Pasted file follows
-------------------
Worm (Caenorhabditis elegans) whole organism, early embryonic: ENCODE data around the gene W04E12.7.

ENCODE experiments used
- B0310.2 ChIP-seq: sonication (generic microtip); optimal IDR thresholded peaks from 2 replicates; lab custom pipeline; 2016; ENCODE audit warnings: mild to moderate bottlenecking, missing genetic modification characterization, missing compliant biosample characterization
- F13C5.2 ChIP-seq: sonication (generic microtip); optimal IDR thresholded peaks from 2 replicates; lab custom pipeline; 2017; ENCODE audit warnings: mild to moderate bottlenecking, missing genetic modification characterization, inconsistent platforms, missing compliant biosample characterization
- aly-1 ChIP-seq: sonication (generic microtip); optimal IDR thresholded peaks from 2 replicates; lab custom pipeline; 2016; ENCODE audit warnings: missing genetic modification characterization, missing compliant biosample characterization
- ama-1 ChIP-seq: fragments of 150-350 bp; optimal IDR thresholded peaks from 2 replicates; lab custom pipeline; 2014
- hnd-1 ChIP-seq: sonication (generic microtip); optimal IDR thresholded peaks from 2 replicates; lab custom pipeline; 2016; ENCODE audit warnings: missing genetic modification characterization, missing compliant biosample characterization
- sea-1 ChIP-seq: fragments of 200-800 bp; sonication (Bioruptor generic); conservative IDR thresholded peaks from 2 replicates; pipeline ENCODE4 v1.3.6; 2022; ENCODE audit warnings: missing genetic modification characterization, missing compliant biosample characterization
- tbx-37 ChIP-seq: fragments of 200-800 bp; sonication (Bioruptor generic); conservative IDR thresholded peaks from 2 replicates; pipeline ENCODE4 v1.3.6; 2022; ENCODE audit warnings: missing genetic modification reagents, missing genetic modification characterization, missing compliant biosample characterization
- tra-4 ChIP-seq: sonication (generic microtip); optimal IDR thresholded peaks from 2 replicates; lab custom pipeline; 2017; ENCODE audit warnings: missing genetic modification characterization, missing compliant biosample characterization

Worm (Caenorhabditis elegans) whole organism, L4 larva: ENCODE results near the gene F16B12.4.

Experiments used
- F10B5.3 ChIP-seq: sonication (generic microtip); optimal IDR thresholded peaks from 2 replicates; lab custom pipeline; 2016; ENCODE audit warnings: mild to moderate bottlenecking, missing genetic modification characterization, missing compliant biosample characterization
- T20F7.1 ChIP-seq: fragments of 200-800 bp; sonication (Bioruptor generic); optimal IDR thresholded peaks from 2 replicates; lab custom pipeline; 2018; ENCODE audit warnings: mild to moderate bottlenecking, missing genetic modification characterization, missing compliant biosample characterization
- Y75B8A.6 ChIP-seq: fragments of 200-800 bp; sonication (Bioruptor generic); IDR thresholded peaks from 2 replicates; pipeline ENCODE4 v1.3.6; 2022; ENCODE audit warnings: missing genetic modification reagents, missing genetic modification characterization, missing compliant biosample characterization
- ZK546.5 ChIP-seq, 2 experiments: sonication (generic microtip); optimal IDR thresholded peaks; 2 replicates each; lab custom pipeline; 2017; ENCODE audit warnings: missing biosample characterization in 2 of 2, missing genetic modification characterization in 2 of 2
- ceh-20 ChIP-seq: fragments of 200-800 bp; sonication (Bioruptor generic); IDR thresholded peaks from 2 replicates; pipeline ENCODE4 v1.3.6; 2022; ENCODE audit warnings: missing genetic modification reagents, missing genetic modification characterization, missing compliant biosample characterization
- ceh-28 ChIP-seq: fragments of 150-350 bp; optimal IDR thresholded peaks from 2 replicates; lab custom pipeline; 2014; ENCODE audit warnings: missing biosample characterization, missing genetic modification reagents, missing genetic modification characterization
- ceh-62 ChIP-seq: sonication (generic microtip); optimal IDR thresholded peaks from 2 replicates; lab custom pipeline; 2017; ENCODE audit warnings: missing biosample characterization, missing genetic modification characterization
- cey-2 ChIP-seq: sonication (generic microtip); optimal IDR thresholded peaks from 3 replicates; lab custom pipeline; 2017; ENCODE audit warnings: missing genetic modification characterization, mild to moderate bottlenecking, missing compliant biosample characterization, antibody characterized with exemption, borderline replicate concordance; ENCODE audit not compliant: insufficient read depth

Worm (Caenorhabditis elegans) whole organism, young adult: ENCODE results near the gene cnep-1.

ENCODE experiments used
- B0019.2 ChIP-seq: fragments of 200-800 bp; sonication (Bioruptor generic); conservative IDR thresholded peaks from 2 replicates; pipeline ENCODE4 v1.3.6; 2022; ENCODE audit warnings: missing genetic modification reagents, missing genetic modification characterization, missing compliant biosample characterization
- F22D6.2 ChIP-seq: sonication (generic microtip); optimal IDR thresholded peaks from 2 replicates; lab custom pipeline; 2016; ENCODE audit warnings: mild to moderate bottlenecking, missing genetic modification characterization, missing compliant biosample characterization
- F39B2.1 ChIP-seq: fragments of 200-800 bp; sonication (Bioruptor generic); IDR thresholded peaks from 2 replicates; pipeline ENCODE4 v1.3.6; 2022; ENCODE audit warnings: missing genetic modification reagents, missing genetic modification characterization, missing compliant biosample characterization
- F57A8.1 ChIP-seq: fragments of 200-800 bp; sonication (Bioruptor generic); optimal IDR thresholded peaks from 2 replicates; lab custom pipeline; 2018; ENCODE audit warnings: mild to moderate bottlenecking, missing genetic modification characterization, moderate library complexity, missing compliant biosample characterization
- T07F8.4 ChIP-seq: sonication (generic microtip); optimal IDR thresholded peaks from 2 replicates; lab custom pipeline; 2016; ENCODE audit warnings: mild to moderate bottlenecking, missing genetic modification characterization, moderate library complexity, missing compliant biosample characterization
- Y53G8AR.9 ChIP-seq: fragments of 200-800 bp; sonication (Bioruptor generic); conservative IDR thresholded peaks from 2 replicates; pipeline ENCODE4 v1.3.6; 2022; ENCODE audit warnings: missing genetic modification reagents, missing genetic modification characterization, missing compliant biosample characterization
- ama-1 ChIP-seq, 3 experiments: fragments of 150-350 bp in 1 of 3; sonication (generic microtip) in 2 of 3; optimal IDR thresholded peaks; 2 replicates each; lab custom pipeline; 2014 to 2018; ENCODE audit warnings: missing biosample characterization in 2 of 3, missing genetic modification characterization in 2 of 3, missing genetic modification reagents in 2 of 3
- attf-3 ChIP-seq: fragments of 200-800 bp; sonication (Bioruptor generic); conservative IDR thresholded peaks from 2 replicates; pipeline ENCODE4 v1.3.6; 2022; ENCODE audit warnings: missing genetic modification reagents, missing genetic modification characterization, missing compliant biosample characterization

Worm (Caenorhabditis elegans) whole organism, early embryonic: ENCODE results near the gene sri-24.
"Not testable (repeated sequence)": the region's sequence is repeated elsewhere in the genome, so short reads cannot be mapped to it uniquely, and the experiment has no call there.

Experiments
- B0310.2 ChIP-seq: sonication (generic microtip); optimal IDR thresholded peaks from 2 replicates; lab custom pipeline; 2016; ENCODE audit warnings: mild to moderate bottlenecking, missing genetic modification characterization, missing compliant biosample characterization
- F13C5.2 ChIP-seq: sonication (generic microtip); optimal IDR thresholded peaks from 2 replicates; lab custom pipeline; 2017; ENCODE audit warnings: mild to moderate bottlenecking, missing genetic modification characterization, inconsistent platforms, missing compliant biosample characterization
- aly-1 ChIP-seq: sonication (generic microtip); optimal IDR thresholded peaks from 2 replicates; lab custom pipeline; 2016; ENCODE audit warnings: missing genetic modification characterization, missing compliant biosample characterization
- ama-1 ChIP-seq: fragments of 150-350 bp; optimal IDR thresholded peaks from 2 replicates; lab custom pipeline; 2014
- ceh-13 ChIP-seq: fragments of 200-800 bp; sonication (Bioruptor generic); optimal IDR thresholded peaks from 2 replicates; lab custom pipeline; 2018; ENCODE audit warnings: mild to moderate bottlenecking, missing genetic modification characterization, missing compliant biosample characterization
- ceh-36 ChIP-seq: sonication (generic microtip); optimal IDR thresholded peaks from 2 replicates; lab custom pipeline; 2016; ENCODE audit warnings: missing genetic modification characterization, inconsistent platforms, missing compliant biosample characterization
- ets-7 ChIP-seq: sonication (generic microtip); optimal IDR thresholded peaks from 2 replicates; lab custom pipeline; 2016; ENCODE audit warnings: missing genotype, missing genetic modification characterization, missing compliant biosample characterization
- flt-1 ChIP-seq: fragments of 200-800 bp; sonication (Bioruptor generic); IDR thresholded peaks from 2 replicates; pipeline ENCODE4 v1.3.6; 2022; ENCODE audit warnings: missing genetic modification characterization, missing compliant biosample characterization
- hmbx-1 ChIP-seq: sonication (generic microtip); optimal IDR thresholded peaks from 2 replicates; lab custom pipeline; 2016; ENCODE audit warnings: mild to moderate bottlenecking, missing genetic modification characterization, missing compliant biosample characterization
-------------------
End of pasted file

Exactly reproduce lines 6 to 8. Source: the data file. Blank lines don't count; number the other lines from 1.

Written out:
- ama-1 ChIP-seq: fragments of 150-350 bp; optimal IDR thresholded peaks from 2 replicates; lab custom pipeline; 2014
- hnd-1 ChIP-seq: sonication (generic microtip); optimal IDR thresholded peaks from 2 replicates; lab custom pipeline; 2016; ENCODE audit warnings: missing genetic modification characterization, missing compliant biosample characterization
- sea-1 ChIP-seq: fragments of 200-800 bp; sonication (Bioruptor generic); conservative IDR thresholded peaks from 2 replicates; pipeline ENCODE4 v1.3.6; 2022; ENCODE audit warnings: missing genetic modification characterization, missing compliant biosample characterization